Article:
Impact in the delta

Dulal Krishna Sarker has been living on the banks the Madhumati for 75 years. The farmer from Magura’s Harinadanga said he has seen water flow downstream all his life. “But now I see it going upstream!”

The simple villager says that must be how saline water gets into the river. He says reduced water flow result in lower sedimentation.

Research and surveys of the Soil Resources Development Institute (SRDI) and other government agencies also show that it has been leading to increasingly higher levels of salinity along the distributaries of the Padma (as the Ganges is called in Bangladesh).

“We used to cultivate Aush, Aman and jute before, but the yield is very low now”

Millions of other Dulal Krishnas echo similar sentiments. Lower sedimentation and higher salinity are causing them to spend more for less yield, they say.

Bangladesh's south-western districts that used to be fed by the Ganges waters are witnessing a rise in salinity that is consistently linked with its water flow.

The decreasing flow of the Ganges has a direct correlation with the rising salinity of district like Magura and Narail. The trend continues to get stronger southwards towards the coast where these rivers eventually drain into the Bay of Bengal.

According to the SRDI, which is the competent national authority in the field in Bangladesh, over 60 percent (1.056 million hectares) are affected by salinity.

Bihar

Parts of Satkhira, Patuakhali, Barguna, Barisal, Jhalakati, Pirojpur, Jessore, Narail, Gopalganj and Madaripur districts which are all covered by Ganges water flow show trends of salinity that is inversely proportionate to Ganges water flow.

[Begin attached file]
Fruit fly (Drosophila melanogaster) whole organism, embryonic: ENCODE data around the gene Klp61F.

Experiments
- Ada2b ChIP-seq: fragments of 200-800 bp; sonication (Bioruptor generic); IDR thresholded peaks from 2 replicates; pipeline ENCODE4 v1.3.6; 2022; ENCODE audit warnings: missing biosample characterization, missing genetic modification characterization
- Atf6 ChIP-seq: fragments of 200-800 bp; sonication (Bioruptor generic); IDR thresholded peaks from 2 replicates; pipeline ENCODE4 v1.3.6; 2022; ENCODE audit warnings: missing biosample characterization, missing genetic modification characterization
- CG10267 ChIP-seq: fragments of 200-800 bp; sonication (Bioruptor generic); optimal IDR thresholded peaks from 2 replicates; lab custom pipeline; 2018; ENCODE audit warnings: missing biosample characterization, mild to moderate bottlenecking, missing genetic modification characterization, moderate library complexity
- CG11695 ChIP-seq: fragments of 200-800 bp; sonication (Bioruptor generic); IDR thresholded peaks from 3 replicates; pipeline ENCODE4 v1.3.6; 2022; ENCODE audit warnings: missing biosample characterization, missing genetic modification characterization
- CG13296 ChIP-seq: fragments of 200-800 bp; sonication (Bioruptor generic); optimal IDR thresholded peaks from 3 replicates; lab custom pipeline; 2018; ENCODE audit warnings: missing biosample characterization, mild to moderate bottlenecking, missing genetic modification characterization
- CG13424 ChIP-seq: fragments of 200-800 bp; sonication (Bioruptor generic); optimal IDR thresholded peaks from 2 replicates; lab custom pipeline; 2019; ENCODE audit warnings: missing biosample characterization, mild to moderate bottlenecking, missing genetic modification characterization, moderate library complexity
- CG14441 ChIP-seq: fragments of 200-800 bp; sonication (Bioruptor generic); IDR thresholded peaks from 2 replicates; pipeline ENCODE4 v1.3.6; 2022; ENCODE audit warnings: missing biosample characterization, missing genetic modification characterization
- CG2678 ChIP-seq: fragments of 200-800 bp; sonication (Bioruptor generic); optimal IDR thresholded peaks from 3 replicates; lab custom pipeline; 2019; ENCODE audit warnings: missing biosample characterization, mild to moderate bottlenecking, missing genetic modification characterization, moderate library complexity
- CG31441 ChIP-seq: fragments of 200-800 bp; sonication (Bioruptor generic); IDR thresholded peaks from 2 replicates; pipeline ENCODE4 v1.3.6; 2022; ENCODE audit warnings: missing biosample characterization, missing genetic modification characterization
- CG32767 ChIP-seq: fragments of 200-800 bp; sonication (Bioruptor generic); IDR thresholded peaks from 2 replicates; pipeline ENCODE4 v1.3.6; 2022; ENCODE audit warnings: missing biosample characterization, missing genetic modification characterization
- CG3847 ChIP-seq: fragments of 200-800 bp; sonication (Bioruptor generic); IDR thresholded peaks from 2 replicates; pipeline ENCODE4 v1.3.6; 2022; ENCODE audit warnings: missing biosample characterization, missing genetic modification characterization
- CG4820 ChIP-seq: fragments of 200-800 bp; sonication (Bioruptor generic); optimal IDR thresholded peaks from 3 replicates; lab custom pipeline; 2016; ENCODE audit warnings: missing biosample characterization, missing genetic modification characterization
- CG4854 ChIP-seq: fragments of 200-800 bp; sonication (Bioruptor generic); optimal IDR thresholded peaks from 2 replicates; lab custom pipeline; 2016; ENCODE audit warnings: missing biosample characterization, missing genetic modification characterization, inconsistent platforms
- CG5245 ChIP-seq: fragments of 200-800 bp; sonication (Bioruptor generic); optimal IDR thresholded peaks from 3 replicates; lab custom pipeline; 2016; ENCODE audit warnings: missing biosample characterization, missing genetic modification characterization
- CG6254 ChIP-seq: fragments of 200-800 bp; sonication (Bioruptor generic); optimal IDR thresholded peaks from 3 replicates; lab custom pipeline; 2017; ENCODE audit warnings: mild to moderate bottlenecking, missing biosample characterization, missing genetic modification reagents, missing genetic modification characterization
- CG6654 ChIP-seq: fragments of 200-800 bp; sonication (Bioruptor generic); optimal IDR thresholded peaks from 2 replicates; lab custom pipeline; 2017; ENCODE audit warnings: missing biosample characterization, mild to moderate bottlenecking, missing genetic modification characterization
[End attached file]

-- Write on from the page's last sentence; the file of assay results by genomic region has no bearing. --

The river salinity data of the Bangladesh Water Development Board and the Farakka water flow data of the Joint Rivers Commission paint a clear picture.

For instance, salinity was only 211 in Electrical Conductivity (EC) count when water flow stood at 97,766 cusecs during the first 10 days of 2017 at Farakka. But salinity jumped to 3,220 EC during the last 10 days of March when water flow came down to 59,488 cusecs. Salinity stood at 449 EC with Farakka water flow at 95,883 cusecs during the first 10 days of 2008. That same year during April 11-20 salinity rose as high as 4,900 EC with water flow dipping to 52,519 cusecs at Farakka.

Dozens of farmers said they were witnessing ever lower water levels along the Gorai, Madhumati and Kumar rivers all of which used to sustain many of the southwestern districts with the Ganges waters they carried through the mangroves into the sea.

A 65-year old small farmer from Narail’s Babra who grows paddy, jute and winter vegetables said sedimentation has decreased visibly. The reason is quite plain to him. “Not much water flows in the river as it once used to. So we are not getting that layer of sediment in our lands.”

Although he cannot put a finger on it, Atahar Uddin feels this lack of flow is probably connected to the rising salinity. He says that there is higher salinity where they drill the ground to reach the ground water table. “Crops around that pump turn red, for which we mostly use sulphur to cut off the salinity.”

This extra use of fertiliser naturally pushes up the cost of production and at the same time reduces productivity and crop yield. Official agricultural census of the Bangladesh government shows that productivity is lower in the districts typically affected by salinity compared to the national level.